Never before have the aforementioned universal notions of philosophical-theological or general cultural provenance reached such popularity as they have today as product markers. The artist Stephanie Senge has observed this in an investigation conducted in 2015 in a supermarket in Ingolstadt by transferring the package designs into the mostly non-representational, abstract, non-figurative paintings of the "Magic Mountain period" from Russia, Italy and Germany. Senge emphasized that she had not been able to achieve this equalization of work and merchandise for instance by transferring a Lehmbruck sculpture – which proves that Wilhelm Lehmbruck knew how to resist Meier-Graefe's critical objections. The emancipation of the spiritual from the natural triumphed in his suicide as a refusal to submit to dumb powers, that is, to nature (his syphilis infection). As this was certainly also a refusal to show humility in the face of fate and the hard facts of biology, he might have been arrogant after all? While his sculptures bear the "signum mortificationis", the reference to their meaninglessness as individually unique works, they illustrate all the more emphatically a longing for the recognition of the anonymous and communal power of mankind. This desire to ostentatiously offer one's ability to work as a team or in a collective (like that of actors) may be dismissed simply as an absurdity. However, it is this absurdity that is intellectually honorable. The Dadaesque nonsense and pataphysical absurdity of the cabaret alone save reason, just like a liar saves the commitment for the truth by admitting his lies.

"Where are we when we are beside ourselves?" asks Peter Sloterdijk. And where do we go if we turn inwards? The artists' answer, which Wilhelm Lehmbruck could only confirm but not surpass, is that we can reach the expression of the mental and spiritual only as form, as a form of inwardness, or, by contrast, as a form of ecstasy when we surpass ourselves.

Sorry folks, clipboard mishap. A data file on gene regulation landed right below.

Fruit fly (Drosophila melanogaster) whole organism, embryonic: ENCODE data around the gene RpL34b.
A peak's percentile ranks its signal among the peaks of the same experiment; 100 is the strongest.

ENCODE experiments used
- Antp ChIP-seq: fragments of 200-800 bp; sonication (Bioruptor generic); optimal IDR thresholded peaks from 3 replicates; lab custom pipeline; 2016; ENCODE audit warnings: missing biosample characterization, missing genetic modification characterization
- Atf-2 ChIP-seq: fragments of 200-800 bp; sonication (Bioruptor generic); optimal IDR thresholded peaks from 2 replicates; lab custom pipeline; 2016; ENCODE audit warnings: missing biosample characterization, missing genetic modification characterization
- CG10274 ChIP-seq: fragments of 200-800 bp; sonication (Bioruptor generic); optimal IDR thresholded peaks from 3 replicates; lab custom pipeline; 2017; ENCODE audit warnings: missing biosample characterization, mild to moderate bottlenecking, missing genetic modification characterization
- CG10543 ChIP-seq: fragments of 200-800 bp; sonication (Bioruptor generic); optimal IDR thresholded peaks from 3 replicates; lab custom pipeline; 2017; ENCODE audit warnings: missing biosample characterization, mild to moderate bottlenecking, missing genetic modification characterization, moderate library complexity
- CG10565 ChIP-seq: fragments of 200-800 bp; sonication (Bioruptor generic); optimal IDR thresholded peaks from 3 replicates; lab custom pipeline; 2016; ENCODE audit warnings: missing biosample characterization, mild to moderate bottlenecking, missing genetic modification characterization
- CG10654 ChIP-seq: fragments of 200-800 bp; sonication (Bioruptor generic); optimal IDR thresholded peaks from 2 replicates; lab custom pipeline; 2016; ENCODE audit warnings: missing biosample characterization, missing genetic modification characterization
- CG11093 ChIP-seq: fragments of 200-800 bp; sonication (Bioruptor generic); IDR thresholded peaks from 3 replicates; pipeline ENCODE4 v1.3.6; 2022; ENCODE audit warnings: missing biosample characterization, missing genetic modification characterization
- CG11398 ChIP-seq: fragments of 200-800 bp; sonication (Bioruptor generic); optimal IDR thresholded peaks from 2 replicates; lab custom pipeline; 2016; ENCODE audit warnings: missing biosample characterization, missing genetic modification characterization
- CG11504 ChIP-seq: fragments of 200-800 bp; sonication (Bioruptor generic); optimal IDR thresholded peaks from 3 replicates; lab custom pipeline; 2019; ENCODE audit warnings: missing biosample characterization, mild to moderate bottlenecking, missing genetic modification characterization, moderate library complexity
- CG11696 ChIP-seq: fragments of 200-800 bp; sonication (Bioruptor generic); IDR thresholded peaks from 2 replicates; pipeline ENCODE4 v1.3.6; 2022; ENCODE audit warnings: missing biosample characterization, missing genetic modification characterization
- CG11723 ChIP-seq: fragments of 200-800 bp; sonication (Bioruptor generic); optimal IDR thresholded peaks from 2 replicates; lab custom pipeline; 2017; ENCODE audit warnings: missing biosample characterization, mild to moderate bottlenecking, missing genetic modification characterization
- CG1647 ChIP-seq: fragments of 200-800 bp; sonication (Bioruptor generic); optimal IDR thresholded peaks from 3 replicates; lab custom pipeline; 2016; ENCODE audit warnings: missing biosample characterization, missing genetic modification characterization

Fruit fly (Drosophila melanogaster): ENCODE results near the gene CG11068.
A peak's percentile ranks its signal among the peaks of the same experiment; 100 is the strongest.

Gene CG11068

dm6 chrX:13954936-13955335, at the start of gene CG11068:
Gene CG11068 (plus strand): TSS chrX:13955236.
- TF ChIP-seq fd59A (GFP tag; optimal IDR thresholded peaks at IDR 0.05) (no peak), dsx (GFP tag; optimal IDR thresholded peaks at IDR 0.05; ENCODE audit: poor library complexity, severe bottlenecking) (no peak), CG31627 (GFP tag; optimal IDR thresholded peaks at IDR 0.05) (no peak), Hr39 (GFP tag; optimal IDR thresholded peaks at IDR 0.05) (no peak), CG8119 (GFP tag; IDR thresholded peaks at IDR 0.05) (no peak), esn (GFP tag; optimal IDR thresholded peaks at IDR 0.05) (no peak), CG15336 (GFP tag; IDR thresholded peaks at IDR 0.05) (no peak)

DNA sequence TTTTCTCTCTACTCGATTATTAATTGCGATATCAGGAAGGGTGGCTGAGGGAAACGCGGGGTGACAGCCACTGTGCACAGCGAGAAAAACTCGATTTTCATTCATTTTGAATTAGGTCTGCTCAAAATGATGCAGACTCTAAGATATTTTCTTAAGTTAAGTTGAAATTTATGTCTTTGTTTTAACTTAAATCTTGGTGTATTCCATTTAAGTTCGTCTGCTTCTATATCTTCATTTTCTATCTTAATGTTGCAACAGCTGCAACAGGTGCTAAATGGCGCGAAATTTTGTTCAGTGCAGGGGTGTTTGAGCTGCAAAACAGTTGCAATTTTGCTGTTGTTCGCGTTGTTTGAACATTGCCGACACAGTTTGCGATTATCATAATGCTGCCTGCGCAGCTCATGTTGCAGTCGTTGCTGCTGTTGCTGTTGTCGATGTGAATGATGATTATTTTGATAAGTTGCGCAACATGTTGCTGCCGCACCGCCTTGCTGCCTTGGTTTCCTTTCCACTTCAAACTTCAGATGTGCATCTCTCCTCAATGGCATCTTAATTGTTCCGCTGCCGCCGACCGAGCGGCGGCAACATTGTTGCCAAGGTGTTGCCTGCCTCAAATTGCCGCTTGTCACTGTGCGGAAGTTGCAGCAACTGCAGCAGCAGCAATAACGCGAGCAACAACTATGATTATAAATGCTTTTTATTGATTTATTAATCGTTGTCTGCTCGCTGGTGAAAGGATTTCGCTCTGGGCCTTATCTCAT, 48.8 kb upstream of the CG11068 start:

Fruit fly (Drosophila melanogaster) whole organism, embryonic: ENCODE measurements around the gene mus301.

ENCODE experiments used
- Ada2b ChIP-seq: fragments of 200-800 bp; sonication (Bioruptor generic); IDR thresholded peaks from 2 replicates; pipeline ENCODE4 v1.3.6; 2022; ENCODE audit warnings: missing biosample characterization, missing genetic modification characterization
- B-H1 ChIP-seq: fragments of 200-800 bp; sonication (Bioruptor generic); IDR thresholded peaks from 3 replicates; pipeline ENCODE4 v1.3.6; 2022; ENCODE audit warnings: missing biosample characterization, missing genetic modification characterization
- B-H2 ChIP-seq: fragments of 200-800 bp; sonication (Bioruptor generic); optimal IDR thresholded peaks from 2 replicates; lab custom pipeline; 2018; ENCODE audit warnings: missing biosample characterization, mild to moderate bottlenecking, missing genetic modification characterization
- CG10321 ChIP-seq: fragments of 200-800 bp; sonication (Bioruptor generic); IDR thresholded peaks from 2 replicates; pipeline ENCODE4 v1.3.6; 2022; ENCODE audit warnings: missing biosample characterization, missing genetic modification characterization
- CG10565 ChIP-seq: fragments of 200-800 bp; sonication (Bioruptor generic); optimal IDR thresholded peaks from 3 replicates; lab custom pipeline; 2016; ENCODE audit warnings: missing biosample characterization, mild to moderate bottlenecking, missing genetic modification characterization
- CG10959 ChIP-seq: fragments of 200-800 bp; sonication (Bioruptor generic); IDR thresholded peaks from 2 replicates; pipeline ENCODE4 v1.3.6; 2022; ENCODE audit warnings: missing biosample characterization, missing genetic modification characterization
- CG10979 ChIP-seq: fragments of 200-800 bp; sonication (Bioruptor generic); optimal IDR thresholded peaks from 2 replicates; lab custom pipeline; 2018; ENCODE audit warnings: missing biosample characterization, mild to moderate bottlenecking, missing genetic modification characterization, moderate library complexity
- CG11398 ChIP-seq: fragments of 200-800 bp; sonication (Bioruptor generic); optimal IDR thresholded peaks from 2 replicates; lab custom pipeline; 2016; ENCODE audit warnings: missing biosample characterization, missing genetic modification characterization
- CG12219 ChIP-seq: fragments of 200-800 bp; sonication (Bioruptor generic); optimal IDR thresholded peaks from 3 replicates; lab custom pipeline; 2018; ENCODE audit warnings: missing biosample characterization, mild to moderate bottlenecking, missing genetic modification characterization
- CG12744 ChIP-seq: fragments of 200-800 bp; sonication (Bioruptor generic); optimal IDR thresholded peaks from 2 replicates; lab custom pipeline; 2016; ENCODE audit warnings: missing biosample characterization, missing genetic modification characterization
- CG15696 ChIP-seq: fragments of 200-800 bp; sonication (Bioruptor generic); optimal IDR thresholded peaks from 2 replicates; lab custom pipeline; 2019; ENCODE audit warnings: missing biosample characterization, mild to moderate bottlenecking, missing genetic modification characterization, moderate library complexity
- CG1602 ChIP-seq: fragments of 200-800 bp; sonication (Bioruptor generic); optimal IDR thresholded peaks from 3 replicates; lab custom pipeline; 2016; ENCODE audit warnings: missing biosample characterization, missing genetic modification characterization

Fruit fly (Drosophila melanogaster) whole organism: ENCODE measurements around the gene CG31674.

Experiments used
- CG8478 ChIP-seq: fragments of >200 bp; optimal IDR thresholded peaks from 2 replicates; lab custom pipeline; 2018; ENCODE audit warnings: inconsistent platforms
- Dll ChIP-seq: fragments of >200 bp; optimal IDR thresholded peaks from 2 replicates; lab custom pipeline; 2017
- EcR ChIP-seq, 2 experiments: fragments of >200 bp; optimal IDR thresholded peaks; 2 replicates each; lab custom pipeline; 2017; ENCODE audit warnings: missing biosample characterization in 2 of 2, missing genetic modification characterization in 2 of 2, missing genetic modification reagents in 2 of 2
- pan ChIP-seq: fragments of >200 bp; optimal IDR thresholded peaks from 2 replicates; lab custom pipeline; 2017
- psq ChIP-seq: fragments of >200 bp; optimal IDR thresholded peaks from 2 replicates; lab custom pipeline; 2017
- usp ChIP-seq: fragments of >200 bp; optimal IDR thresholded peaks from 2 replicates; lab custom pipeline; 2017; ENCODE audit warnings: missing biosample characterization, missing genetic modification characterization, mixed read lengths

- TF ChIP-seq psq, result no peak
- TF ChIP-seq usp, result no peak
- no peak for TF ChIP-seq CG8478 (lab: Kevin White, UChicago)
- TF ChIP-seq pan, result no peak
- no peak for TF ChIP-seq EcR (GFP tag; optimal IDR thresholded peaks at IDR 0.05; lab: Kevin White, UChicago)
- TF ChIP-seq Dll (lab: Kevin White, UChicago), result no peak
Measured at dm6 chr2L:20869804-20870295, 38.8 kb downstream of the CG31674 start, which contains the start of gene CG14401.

So what, then, was the sculptural space of appearance, the space created by sculptures, to Lehmbruck? How did he think about the sculpture as an usurper of space, as a negative space, about the space only created by the structure and by the relationship of the sculptures to the space? Did he view it as an interspace, like Beuys, who rendered it positive or concrete by filling it with tallow? For space is also merely form, created by the relationship of forms. The relational structure of the objects present in it make the space effective, and space exists only in those moments when the power of the forming of meta-form, the form of forms, becomes effective. Space is a transformation of forms, just like a landscape constitutes a transformation of naturally present mountains and valleys, bushes and trees in front of a horizon of perception. Landscapes do not exist in nature, but only in our thinking and our imagination. This relating to what is naturally present, for instance to the body of the imagining and thinking person, is what constitutes the ensemble of forms, which we train our bodies, our attitudes and our actions to become, which we achieve through formation, like the sculptor who creates form from stone and clay, marble and bronze.

It is in the form that the eerie long-distance relationship between psyche and soma, between spirit and body, between metaphysis and physic is established. And only in it. Therefore, formation has become a central concept for people in their relation to themselves and the world. Through this concept, a unity is formed between physically grasping the concrete world material and mentally grasping the inherent entity of the large and the small. Individual perceptions of nature segments thus form varying concepts and images of landscapes, and the same applies to the design and concept of shapes. What we perceive and communicate to be typical aspects of Wilhelm Lehmbruck's, Medardo Rosso's or Alberto Giacometti's works are similar impressions to those which shape landscapes as perceptions of nature.